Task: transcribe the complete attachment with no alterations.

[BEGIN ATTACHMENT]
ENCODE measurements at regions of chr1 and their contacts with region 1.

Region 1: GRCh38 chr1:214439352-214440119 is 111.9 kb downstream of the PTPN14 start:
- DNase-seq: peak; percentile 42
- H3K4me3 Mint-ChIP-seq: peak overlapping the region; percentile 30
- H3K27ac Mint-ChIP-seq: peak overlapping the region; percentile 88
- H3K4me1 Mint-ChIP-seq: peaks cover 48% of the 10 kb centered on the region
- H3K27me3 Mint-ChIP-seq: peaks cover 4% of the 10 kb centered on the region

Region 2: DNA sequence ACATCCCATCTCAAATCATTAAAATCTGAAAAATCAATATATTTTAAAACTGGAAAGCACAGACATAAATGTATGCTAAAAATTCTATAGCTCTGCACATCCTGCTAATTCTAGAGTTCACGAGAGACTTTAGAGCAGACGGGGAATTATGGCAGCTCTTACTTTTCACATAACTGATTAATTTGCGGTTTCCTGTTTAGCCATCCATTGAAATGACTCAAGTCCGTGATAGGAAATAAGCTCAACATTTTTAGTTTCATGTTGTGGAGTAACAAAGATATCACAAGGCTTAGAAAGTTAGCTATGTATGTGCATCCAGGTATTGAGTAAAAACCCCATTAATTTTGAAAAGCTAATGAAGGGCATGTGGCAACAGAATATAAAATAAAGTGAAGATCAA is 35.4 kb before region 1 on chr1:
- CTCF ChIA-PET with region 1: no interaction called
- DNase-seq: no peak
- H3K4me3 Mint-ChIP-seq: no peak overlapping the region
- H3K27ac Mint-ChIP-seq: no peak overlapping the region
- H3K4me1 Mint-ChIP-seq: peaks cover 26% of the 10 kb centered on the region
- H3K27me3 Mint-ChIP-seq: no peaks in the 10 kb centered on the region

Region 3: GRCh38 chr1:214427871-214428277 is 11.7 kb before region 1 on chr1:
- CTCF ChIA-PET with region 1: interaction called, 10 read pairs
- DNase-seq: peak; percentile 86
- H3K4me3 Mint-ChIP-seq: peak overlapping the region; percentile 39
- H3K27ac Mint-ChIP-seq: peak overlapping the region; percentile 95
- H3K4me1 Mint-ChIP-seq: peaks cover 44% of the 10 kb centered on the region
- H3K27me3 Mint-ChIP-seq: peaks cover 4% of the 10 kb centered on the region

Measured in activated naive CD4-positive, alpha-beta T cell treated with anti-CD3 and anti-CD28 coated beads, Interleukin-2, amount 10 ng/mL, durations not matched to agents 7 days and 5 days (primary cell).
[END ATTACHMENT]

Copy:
ENCODE measurements at regions of chr1 and their contacts with region 1.

Region 1: GRCh38 chr1:214439352-214440119 is 111.9 kb downstream of the PTPN14 start:
- DNase-seq: peak; percentile 42
- H3K4me3 Mint-ChIP-seq: peak overlapping the region; percentile 30
- H3K27ac Mint-ChIP-seq: peak overlapping the region; percentile 88
- H3K4me1 Mint-ChIP-seq: peaks cover 48% of the 10 kb centered on the region
- H3K27me3 Mint-ChIP-seq: peaks cover 4% of the 10 kb centered on the region

Region 2: DNA sequence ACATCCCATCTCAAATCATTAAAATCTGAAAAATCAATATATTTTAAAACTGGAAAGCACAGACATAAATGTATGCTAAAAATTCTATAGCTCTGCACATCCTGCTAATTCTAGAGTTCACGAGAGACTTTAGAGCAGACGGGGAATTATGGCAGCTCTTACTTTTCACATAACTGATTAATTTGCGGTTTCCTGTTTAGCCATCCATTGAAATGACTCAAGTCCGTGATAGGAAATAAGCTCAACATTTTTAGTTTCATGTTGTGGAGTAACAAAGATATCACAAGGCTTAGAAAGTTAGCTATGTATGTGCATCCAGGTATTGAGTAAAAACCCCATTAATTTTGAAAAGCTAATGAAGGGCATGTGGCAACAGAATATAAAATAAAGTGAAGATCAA is 35.4 kb before region 1 on chr1:
- CTCF ChIA-PET with region 1: no interaction called
- DNase-seq: no peak
- H3K4me3 Mint-ChIP-seq: no peak overlapping the region
- H3K27ac Mint-ChIP-seq: no peak overlapping the region
- H3K4me1 Mint-ChIP-seq: peaks cover 26% of the 10 kb centered on the region
- H3K27me3 Mint-ChIP-seq: no peaks in the 10 kb centered on the region

Region 3: GRCh38 chr1:214427871-214428277 is 11.7 kb before region 1 on chr1:
- CTCF ChIA-PET with region 1: interaction called, 10 read pairs
- DNase-seq: peak; percentile 86
- H3K4me3 Mint-ChIP-seq: peak overlapping the region; percentile 39
- H3K27ac Mint-ChIP-seq: peak overlapping the region; percentile 95
- H3K4me1 Mint-ChIP-seq: peaks cover 44% of the 10 kb centered on the region
- H3K27me3 Mint-ChIP-seq: peaks cover 4% of the 10 kb centered on the region

Measured in activated naive CD4-positive, alpha-beta T cell treated with anti-CD3 and anti-CD28 coated beads, Interleukin-2, amount 10 ng/mL, durations not matched to agents 7 days and 5 days (primary cell).